In her book Little House in the Big Woods, Laura Ingalls Wilder told us how her Pa would gather maple sap, and when the syrup was ready, they’d drizzle it over a pan of snow and let it harden into candy. This is maple taffy, malleable enough to wrap around a stick and chewy enough to last a long time. If you aren’t boiling down your own sap, you’ll need to heat the maple syrup to make maple taffy at home. Here are some instructions

5. MAPLE BEER

A number of craft brewers are now making beer with maple syrup. Despite what you may think, maple beer is not any sweeter than other beers. The yeast ferments away the sugar, while leaving just a bit of maple flavor, and brewers must work to play up the maple notes. Because maple syrup is relatively expensive, the beverage remains something of a niche product.

6. MAPLE BARBECUE SAUCE

shivery timbers via Wikimedia Commons // CC BY 2.0

Barbecue sauce is one of the many recipes that can be enhanced with maple sugar or maple syrup in place of cane sugar. There are plenty of different ways to make maple barbecue sauce, but here’s one basic recipe to get you started.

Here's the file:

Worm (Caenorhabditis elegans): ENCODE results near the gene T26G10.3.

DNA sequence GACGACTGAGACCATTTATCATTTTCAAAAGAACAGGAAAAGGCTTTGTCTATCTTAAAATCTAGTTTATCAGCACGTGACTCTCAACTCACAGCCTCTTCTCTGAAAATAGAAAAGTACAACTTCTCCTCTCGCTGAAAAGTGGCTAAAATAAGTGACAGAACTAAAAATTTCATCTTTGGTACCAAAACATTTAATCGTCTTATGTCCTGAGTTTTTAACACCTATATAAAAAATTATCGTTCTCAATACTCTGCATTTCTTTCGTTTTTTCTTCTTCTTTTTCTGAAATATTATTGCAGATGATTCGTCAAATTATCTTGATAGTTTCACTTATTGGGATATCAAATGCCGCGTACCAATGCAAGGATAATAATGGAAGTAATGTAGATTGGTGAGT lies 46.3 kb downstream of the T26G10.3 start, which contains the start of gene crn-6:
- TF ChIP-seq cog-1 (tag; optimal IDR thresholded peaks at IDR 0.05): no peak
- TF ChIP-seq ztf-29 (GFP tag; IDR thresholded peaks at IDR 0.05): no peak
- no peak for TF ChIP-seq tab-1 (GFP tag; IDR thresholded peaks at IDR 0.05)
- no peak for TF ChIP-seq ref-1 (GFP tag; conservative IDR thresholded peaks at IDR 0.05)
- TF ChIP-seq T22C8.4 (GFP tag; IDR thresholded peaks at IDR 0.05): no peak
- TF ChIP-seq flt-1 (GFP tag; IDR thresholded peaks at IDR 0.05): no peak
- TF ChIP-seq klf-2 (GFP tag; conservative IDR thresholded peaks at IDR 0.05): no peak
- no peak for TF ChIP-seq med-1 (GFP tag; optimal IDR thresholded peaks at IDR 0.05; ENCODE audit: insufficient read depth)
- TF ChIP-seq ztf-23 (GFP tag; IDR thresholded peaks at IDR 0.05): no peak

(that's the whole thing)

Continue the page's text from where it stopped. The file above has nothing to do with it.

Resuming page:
7. MAPLE COOKIES

Maple leaf cream cookies, like these, are a Canadian favorite. In 2009, President Obama made local headlines when he purchased three maple leaf-shaped shortbread cookies at Le Moulin de Province bakery in Ottawa’s ByWard Market. Despite their shape and royal red icing, the cookies contained no actual maple flavoring, which seems like a pity. Of course, you can make many maple syrup-sweetened cookies at home. This recipe, for Canadian Maple Cookies, contains three kinds of sugar: maple syrup, brown sugar, and granulated sugar. 

8. HOT MAPLE TODDY

Patrick Truby via Wikimedia Commons // CC BY-SA 2.0

This classic recipe for a hot toddy contains whiskey, lemon, butter, and maple syrup in place of the honey you may be more familiar with. If you want the evening to last longer, you might want to add some hot water or tea to the recipe.

9. MAPLE BARS

Danielle Chang via Flickr // CC BY-NC-ND 2.0

A maple bar is an oblong doughnut covered in maple icing or maple butter. A modern—and decadent—twist is to add a slice or two of bacon to the top. Although you'll find them at many bakeries, they are also fairly easy to make at home using canned biscuit dough, and the icing is even easier if you have maple butter on hand.